Date on Master's Thesis/Doctoral Dissertation


Document Type

Doctoral Dissertation

Degree Name

Ph. D.


Educational Leadership, Evaluation and Organizational Development

Degree Program

Educational Leadership and Organizational Development, PhD

Committee Chair

George, Casey

Committee Member

Buckley, Jessica

Committee Member

Hirschy, Amy

Committee Member

Pifer, Meghan

Author's Keywords

Relationship building; institutional work; postsecondary; disability services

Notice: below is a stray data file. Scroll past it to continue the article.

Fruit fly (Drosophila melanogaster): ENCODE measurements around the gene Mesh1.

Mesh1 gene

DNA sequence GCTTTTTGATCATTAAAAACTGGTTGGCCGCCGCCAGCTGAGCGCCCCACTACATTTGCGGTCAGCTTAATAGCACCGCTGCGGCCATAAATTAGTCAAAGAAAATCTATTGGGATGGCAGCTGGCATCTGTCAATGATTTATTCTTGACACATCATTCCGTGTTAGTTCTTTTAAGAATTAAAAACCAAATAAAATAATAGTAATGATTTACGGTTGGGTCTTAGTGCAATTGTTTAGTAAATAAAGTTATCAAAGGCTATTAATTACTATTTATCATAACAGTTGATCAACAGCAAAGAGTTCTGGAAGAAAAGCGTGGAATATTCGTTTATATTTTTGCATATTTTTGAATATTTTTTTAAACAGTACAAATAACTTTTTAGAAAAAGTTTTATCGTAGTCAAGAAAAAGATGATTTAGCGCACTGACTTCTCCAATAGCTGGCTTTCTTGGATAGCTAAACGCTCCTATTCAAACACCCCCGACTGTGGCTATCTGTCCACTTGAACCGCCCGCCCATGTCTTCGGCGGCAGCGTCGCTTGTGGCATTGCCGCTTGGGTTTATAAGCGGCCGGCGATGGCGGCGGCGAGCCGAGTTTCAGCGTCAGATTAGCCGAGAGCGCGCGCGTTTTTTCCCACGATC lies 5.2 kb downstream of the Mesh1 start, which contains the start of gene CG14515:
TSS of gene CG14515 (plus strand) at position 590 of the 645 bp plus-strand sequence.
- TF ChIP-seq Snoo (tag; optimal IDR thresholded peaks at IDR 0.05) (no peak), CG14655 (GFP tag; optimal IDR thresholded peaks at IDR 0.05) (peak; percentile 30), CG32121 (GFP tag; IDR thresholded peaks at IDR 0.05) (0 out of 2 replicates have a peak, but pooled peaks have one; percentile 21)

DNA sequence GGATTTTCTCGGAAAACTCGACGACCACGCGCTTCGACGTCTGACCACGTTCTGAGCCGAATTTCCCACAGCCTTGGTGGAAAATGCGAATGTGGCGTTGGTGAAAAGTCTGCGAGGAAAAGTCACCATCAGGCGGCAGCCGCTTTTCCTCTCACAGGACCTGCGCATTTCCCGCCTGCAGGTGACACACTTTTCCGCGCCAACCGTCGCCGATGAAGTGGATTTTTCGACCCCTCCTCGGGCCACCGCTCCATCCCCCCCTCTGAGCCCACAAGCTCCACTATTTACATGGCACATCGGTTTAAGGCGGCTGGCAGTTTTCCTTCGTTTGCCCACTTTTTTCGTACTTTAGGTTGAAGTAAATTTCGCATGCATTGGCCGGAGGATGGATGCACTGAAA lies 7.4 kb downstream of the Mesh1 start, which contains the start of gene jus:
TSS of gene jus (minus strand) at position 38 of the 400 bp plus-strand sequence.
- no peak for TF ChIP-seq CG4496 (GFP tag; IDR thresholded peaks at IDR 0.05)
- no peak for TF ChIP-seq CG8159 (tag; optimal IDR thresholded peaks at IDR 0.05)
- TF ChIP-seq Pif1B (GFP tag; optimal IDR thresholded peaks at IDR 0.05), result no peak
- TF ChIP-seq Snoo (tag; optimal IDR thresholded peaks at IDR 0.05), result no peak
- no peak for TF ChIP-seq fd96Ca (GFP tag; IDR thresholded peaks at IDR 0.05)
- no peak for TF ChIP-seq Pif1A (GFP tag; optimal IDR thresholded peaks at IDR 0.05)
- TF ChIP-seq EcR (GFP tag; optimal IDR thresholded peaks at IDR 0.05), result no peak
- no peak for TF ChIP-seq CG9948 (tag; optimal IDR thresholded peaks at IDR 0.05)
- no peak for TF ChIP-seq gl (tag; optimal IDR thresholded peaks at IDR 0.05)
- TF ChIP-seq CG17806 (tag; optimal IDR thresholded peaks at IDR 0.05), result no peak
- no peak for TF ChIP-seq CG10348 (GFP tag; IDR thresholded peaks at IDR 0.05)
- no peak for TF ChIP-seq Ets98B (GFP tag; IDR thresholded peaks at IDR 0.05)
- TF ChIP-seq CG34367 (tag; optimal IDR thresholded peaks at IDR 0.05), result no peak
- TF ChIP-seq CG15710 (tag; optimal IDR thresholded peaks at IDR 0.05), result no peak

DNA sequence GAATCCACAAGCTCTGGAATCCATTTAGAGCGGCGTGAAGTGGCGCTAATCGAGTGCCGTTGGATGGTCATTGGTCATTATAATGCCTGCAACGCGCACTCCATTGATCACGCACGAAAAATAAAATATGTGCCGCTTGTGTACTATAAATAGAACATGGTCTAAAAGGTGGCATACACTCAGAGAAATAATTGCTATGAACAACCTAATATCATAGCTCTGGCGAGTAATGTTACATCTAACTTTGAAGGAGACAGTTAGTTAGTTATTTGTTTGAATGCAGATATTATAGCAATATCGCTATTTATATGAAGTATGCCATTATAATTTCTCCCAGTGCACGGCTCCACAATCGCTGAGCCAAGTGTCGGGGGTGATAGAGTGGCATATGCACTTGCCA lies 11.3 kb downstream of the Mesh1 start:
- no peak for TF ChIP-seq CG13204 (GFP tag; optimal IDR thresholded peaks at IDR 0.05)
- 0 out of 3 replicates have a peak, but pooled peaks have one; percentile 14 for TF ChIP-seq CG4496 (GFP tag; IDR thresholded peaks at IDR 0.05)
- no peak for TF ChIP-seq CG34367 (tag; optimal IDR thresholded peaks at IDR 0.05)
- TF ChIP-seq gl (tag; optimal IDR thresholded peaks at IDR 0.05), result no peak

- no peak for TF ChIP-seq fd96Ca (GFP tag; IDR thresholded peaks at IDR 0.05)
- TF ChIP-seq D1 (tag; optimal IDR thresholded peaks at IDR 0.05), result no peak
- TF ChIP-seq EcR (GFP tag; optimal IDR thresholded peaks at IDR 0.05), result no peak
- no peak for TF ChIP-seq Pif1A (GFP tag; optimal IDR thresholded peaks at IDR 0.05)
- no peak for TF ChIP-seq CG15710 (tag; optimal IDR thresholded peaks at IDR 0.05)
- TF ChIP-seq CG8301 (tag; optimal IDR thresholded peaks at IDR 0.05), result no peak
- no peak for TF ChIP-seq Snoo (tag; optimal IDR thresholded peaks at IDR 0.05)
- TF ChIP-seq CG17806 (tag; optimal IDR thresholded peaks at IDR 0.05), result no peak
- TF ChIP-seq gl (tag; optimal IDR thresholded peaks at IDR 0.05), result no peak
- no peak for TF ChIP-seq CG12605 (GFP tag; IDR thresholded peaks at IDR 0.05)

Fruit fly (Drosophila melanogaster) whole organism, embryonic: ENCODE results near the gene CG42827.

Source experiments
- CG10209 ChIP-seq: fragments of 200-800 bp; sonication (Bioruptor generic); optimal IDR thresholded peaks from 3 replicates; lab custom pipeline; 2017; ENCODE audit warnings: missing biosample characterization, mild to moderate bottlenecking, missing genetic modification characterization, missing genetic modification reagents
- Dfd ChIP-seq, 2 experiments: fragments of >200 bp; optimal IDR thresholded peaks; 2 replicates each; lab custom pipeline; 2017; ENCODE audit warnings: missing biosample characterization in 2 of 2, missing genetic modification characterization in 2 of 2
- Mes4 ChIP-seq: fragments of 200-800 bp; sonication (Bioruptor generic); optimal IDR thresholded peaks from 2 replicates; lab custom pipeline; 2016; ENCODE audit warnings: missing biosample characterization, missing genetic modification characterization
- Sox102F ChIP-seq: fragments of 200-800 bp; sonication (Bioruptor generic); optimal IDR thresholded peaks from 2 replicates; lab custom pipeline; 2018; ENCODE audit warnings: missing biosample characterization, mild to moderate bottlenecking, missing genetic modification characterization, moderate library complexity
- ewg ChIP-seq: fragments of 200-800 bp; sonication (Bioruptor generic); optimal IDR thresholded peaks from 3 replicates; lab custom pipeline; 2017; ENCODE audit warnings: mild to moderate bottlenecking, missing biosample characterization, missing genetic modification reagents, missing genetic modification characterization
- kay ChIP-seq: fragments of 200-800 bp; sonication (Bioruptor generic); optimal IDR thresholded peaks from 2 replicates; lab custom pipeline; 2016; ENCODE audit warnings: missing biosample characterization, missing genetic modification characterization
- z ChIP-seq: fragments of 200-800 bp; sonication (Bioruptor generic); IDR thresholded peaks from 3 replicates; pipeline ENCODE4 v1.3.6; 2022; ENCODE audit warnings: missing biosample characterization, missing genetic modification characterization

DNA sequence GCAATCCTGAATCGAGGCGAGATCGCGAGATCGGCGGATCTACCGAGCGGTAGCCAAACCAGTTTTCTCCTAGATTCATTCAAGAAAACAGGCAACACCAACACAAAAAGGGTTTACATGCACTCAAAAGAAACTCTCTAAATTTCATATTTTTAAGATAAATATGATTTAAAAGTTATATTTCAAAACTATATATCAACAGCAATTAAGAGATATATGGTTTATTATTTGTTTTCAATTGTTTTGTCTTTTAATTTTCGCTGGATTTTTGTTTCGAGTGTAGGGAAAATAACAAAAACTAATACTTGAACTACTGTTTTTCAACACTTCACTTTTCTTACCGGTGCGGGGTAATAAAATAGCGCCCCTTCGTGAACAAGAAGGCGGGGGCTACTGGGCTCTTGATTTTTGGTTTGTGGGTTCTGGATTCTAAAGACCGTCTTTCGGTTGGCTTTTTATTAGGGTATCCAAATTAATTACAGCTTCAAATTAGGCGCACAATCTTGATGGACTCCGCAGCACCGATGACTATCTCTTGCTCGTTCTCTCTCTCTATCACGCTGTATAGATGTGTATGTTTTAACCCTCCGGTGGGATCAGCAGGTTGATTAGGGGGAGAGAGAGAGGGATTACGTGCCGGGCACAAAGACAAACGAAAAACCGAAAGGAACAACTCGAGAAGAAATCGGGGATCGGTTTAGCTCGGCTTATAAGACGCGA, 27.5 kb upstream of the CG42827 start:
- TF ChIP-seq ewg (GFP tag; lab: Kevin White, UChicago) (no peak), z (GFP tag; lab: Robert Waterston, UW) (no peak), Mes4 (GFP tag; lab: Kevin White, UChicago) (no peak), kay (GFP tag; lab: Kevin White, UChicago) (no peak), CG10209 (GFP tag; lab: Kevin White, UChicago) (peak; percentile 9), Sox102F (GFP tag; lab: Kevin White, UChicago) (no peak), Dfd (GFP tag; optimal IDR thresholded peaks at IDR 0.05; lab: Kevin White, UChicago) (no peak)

Nearly 21% of undergraduate students reported having some type of disability according to the most recent data from the National Postsecondary Student Aid Study (NPSAS) for the 2019-2020 academic year. Changes in federal legislation have increased college access for disabled individuals over time; however, college students with disabilities persist at lower rates compared to their peers without disabilities. At the same time, little is known about the work of postsecondary disability services (DS), which are the primary support services for students with disabilities on college campuses. I addressed this gap in the literature by conducting a qualitative, single case study that used the lens of institutional work to examine how DS directors (n = 6) understood the role of their office within the three interconnected contexts of federal legislation, their professional memberships and experiences, and their organizational setting. Drawing upon participants’ descriptions of how they understood the role of their office within these contexts, I then described the strategies in which DS directors engaged to advance the work of their offices. My study findings suggested that, although DS directors drew specific understandings from each of the three contexts, they relied upon the combination of all three contexts to fully understand the role of their DS office. The study findings also indicated that DS directors engaged in institutional work strategies that aligned with what they understood to be their role and purpose on their college campuses. Particularly, the findings suggested that DS directors preferred more relational forms of institutional work, as opposed to more punitive approaches. In terms of disrupting institutions, DS directors opted for more subtle approaches, working their way into campus spaces and maneuvering within established and expected boundaries. Additionally, findings pointed to the Association on Higher Education and Disability (AHEAD) as an important source of learning and networking for DS directors. Implications for theory, research, and practice are discussed.